When operating your practice from your home it is quite easy to overlook the importance of arranging the correct insurance cover. Many household policies will not provide cover if a business operates from the residence, even if the business contents are insured elsewhere. You should always check with your insurer if your household contents policy is valid if you are operating a business from your home.

When working from home your CSP membership would cover your public liability whilst you practice. If people come to your home to see you for business purposes, then your household public liability section of your policy would not normally provide you with the premises liability cover you require. Insurers have realised this and have brought out specialist policies for people who work from home. It is generally a package policy with set covers and limits. A down side of this is that duplication in cover can occur. Also, because the limits are set at a level to form the packages of cover you purchase, they may not be high enough for the business equipment you own and they may not be big enough for the equipment you take away from your premises.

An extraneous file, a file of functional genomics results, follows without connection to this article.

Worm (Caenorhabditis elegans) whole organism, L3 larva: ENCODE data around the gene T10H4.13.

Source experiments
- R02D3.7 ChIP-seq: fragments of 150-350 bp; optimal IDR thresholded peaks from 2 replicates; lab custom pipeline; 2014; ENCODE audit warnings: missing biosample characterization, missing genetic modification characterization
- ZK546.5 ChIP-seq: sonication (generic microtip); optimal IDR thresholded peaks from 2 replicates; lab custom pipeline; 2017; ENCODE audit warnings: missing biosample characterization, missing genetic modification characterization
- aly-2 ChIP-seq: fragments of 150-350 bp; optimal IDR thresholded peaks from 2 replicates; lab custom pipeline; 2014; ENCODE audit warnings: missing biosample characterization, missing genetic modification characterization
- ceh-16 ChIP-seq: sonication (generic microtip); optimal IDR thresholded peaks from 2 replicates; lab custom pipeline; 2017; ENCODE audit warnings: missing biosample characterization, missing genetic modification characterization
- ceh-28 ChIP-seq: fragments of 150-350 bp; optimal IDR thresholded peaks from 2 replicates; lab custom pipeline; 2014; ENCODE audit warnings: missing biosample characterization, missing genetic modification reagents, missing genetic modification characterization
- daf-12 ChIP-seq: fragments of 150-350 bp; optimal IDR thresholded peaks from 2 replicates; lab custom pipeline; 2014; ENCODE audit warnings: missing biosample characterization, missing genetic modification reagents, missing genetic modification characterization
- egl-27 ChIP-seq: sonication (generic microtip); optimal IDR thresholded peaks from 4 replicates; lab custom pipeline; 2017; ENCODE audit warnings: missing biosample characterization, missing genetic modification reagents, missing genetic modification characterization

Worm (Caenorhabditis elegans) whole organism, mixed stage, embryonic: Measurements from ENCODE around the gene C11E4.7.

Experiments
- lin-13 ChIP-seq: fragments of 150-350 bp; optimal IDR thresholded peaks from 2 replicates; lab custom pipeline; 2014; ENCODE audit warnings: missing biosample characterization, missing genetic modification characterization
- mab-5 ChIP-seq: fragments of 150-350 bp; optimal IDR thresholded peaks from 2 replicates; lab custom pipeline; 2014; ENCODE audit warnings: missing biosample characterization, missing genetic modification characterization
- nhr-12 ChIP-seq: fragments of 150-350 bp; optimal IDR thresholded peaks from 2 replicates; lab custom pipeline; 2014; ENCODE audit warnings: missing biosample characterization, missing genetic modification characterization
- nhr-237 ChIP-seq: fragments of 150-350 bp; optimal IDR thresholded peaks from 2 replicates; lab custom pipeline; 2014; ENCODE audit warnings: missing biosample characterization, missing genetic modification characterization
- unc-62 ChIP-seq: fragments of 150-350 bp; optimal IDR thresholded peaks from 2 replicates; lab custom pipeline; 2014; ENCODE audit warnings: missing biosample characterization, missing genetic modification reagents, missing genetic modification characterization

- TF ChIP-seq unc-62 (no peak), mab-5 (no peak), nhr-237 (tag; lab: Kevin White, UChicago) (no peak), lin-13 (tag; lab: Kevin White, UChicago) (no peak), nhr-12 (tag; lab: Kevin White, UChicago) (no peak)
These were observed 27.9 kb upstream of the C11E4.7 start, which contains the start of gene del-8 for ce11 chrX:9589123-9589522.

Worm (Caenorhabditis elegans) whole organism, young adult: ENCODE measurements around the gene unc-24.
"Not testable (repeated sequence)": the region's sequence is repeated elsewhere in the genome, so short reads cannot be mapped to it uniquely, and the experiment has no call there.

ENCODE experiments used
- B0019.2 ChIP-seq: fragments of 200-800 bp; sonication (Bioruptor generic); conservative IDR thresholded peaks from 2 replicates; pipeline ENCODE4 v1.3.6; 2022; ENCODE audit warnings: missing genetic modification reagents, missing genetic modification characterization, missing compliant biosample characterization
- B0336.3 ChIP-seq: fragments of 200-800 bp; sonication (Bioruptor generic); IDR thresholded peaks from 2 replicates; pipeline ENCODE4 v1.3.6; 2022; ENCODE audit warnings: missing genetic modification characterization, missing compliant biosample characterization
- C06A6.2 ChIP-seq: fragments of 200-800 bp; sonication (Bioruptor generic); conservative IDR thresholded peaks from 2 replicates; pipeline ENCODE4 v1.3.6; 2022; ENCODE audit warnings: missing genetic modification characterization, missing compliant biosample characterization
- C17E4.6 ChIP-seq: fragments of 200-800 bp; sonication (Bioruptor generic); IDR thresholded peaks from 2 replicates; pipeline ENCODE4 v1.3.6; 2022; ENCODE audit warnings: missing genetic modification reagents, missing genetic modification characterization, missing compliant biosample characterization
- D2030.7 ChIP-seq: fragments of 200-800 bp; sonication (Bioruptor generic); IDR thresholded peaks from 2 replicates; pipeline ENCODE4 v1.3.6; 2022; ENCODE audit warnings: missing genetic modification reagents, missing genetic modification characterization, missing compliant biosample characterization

As with your household contents policy, your household buildings policy may also be invalid if you work from your home. If your practice operates from an extension, or a building on your property, then the whole building may need to be insured under a commercial insurance policy rather than your standard household contents policy, as this may not cover business ventures.

Finally, remember, your CSP professional indemnity only covers professional liability to the extent of your scope of practice as a chartered physiotherapist. So if you undertake treatments outside of the defined CSP scope of practice you will need to look at your professional indemnity insurance.